OTTAWA — Canadian dairy producers can now collect their third annual instalment of the Dairy Direct Payment Program (DDPP), a sum of about $38,000 for a typical 80-cow dairy herd (or $475 per cow). A fourth and final payment of a similar amount is also lined up for 2023 as the federal government disburses a total of $1.75 billion to the country’s dairy farmers.
The money comes as compensation for market access granted to foreign milk under the Canada-European Union Comprehensive Economic and Trade Agreement as well as the Comprehensive and Progressive Agreement for Trans-Pacific Partnership.
To receive their payment, producers must register through the Canadian Dairy Commission before March 31, 2022.
Payments are being made on an accelerated schedule of four years instead of eight, with all payments set to be made by 2023.
Federal Agriculture and Agri-Food Minister Marie-Claude Bibeau also said Dec. 10 that Ottawa will follow through with its promise to finalize compensation for the Canada-U.S.-Mexico trade agreement in the coming year — for dairy farmers and other supply-managed sectors.
Earlier this year, the Trudeau government also launched compensation programs designed to help drive innovation and market development for Canada’s 4,800 chicken, egg, broiler hatching egg and turkey producers, totaling $691 million over ten years. The Poultry and Egg On-Farm Investment Program will provide nearly $647 million to support poultry and egg farmers through on-farm investments. The Market Development Program for Turkey and Chicken will provide over $44 million to help increase domestic demand and consumption of Canadian turkey and chicken products through industry-led promotional activities. These programs respond directly to requests from producer associations and provide full and fair compensation for market impacts from the CPTPP.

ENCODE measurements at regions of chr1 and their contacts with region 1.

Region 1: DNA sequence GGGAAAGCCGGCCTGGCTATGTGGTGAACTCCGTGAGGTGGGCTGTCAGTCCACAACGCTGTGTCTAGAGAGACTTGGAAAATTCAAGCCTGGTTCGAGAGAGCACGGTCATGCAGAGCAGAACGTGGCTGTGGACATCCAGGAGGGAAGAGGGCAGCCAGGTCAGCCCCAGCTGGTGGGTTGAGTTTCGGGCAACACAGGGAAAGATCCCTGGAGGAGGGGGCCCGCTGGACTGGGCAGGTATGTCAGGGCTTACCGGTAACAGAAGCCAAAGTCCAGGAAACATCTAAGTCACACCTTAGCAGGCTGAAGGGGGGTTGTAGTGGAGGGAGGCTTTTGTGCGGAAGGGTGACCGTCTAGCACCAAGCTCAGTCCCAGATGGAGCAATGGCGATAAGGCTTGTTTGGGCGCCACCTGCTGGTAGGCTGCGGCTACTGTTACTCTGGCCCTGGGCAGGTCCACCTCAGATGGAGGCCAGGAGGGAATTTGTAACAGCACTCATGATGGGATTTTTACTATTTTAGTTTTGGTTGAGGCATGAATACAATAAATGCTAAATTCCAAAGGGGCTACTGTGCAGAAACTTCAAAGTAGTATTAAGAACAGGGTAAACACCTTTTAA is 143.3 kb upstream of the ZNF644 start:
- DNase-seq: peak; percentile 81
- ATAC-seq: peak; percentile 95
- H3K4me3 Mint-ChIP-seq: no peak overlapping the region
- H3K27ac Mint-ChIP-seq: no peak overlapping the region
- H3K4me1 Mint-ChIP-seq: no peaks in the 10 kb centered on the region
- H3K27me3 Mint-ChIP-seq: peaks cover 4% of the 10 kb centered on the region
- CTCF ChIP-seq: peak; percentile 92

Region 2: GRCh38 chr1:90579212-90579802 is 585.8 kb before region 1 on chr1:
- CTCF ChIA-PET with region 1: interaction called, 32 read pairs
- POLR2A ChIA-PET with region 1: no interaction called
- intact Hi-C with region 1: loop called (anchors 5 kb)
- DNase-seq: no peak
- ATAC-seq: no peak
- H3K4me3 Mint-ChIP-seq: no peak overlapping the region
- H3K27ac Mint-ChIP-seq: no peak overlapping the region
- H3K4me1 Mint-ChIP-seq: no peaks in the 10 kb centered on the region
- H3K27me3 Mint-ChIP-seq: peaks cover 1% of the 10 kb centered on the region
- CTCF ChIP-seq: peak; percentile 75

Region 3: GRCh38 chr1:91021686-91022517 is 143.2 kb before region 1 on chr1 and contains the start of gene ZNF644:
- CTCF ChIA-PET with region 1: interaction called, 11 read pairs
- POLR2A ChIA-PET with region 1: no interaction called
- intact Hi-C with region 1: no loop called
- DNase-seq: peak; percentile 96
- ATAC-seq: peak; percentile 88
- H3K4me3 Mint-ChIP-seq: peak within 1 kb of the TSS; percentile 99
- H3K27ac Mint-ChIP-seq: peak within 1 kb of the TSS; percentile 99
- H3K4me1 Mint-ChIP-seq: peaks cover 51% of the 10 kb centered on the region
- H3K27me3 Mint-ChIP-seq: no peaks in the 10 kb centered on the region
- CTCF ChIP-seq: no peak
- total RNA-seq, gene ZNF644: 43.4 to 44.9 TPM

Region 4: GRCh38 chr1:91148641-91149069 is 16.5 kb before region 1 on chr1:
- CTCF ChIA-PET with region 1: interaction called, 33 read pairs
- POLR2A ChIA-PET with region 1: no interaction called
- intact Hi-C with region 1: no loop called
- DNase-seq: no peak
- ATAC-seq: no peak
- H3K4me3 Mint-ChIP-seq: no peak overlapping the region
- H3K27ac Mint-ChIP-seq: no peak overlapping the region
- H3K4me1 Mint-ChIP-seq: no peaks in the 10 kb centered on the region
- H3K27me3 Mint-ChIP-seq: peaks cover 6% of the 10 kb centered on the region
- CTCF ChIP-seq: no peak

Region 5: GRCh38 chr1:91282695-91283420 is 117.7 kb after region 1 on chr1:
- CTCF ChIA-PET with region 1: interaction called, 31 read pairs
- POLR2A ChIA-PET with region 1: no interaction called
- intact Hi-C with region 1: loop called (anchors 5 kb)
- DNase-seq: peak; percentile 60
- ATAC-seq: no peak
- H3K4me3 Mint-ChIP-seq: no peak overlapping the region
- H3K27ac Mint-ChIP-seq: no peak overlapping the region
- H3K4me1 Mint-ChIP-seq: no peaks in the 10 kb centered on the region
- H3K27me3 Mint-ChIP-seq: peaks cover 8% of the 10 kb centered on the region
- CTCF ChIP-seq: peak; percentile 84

To help processors of all supply-managed agricultural products adapt to CETA and CPTPP, Budget 2021 proposed a further $292.5 million for a Processor Investment Fund to support private investment in processing plants. Further program details are expected to be available in the coming months.
Canada now has trade agreements with two-thirds of the world’s economy and is the only G7 country to have trade agreements with every other G7 country.